It started off when he and his Good Morning Britain colleague, Kate Garraway, began discussing the Home Office's latest anti-knife crime campaign which puts warnings on chicken takeaway boxes.
Speaking to co-host Kate, Adil said: "I thought it was a joke. It's incredibly demonising, we're in a society where we're supposed to be playing against this idea of stereotypes.
"That's ridiculous if you are a black kid going to get chicken this weekend you are going to think, 'Well hang on, is that me? Am I now involved in knife crime?'
"It's going to make you more angry and anti-establishment. I mean we know that there are beers that are called wife beater but do we put warnings in pubs, don't go home and beat up your wife? No, we wouldn't do that."
Adil also called the project "embarrassing, stupid, and racist," and newsreader Sean Fletcher added: "It's a stereotype isn't it. It's the assumption that black people just eat chicken."
Many people agreed with Adil on social media, with one person saying: "Only black people eat chicken? What is this [bleep] gmb?"
Another wrote: "Us whities like a bit of crispy chicken too."
A third viewer added: "Oh yeah putting a message on boxes of chicken is going to stop knife crime isn’t it. I can’t believe people get paid to come up with these ideas."
It's estimated that 321,000 boxes branded with the Government’s #knifefree campaign have been sent to over 200 chicken shops in England and Wales.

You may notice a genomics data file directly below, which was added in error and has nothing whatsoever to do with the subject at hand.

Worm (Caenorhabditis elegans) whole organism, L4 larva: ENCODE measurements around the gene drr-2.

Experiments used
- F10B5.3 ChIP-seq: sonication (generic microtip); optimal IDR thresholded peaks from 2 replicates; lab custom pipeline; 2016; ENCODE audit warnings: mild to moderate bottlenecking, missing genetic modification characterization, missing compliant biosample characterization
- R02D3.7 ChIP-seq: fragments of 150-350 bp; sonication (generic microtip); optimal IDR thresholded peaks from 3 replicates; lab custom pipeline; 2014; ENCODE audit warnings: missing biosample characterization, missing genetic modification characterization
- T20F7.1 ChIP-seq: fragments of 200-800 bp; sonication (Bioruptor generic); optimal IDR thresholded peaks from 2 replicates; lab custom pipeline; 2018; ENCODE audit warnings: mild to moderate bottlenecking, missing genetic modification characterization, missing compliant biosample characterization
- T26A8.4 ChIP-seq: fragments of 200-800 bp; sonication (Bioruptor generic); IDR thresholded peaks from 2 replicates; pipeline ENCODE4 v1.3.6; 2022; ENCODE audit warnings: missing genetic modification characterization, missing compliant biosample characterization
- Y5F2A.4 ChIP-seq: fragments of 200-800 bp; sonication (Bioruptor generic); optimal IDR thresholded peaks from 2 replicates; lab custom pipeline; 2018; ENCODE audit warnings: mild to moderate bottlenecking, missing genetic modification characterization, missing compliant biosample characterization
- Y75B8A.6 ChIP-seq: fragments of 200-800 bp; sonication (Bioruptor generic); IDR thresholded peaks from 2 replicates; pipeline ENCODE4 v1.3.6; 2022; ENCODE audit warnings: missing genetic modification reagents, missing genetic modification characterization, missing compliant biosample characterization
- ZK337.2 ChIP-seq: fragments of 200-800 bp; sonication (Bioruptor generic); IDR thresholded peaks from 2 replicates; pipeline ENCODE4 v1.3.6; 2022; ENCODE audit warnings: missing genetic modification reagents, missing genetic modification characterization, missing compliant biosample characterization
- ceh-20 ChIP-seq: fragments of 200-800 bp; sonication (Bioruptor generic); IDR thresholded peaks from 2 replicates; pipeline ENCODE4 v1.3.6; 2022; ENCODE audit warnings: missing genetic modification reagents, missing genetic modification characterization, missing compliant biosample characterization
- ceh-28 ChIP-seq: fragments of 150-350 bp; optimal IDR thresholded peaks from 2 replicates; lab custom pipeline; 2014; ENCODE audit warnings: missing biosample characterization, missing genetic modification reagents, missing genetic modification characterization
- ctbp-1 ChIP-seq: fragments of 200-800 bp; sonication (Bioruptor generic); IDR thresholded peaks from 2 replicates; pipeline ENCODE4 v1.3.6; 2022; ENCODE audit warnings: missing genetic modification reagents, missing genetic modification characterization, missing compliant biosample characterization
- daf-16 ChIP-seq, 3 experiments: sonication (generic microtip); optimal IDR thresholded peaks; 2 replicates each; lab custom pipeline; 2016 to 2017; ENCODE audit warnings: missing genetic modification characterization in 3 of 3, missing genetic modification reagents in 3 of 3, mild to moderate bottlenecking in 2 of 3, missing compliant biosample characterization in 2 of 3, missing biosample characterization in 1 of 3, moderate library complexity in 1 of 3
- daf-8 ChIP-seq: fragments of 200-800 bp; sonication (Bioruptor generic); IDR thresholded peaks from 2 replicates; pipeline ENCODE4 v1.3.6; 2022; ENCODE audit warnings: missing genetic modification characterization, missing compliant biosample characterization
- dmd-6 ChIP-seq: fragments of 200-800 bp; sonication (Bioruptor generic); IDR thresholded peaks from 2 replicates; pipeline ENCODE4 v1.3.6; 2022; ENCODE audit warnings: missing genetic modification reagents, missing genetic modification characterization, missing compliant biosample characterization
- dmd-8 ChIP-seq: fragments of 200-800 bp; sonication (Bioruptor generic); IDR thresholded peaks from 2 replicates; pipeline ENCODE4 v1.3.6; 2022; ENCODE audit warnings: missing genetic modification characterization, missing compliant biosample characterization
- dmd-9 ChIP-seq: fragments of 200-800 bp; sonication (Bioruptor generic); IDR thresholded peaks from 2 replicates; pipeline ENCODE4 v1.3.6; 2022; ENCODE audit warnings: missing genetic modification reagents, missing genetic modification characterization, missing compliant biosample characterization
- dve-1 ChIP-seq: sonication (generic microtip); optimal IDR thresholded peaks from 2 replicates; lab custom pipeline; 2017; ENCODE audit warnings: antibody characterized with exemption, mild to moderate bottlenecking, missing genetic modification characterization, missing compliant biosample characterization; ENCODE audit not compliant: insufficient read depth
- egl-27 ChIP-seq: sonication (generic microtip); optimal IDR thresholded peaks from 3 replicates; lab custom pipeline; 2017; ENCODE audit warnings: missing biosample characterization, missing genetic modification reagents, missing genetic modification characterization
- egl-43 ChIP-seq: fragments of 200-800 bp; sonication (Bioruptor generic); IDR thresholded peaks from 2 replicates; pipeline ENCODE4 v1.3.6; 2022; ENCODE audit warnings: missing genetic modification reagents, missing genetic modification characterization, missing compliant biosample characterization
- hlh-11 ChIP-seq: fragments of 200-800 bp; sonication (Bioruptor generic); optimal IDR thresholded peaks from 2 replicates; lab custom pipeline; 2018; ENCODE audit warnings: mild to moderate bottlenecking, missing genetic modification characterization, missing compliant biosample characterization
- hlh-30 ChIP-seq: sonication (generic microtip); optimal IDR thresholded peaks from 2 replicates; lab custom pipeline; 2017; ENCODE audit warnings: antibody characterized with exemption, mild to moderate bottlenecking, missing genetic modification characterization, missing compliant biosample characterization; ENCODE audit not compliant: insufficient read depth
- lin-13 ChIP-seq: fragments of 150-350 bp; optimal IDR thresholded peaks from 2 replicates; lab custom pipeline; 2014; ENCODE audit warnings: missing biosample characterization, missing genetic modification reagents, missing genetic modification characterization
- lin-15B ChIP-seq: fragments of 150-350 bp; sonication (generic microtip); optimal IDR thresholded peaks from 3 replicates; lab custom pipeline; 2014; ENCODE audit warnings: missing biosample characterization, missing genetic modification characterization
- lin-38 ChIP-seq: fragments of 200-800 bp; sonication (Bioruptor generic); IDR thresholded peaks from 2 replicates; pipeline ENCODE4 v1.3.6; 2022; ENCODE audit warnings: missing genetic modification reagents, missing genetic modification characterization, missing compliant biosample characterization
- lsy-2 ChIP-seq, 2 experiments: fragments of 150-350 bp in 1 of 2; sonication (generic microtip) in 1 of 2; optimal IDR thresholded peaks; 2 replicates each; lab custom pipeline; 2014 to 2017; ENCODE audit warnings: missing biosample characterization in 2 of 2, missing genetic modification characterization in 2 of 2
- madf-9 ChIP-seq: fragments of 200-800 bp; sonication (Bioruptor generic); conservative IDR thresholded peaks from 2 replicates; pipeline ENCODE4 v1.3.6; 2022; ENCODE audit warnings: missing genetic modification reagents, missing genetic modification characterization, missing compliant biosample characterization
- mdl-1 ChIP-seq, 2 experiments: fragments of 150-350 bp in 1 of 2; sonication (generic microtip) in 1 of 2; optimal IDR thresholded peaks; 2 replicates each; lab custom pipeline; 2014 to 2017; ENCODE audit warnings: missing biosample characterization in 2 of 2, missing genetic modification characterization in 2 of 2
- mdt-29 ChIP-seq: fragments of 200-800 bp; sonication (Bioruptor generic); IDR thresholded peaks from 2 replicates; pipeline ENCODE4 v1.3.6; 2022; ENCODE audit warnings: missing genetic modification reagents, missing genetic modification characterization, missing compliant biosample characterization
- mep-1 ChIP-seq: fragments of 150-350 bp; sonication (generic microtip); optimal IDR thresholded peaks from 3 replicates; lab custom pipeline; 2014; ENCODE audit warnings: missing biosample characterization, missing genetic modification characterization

They would do better to invest in our communities not demonise them.
Inside these boxes, customers can read true stories of young people who have opted to take up positive activities, such as boxing or music, rather than being in possession of a knife.
However, the move has been widely critised by people such as Labour MP David Lammy who tweeted: "Is this some kind of joke?! Why have you chosen chicken shops? What’s next, #KnifeFree watermelons?"
Shadow Home Secretary Diane Abbott also tweeted about the project, saying: "Instead of investing in a public health approach to violent crime, the Home Office have opted for yet another crude, offensive and probably expensive campaign.
"They would do better to invest in our communities not demonise them."
What do you think about the government's latest anti-knife crime campaign? Leave us a comment on our Facebook page @EntertainmentDailyFix and let us know what you think of this story.